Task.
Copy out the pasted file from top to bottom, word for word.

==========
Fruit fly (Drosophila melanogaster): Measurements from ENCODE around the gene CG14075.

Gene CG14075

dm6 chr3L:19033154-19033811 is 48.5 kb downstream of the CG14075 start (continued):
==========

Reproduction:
Fruit fly (Drosophila melanogaster): Measurements from ENCODE around the gene CG14075.

Gene CG14075

dm6 chr3L:19033154-19033811 is 48.5 kb downstream of the CG14075 start (continued):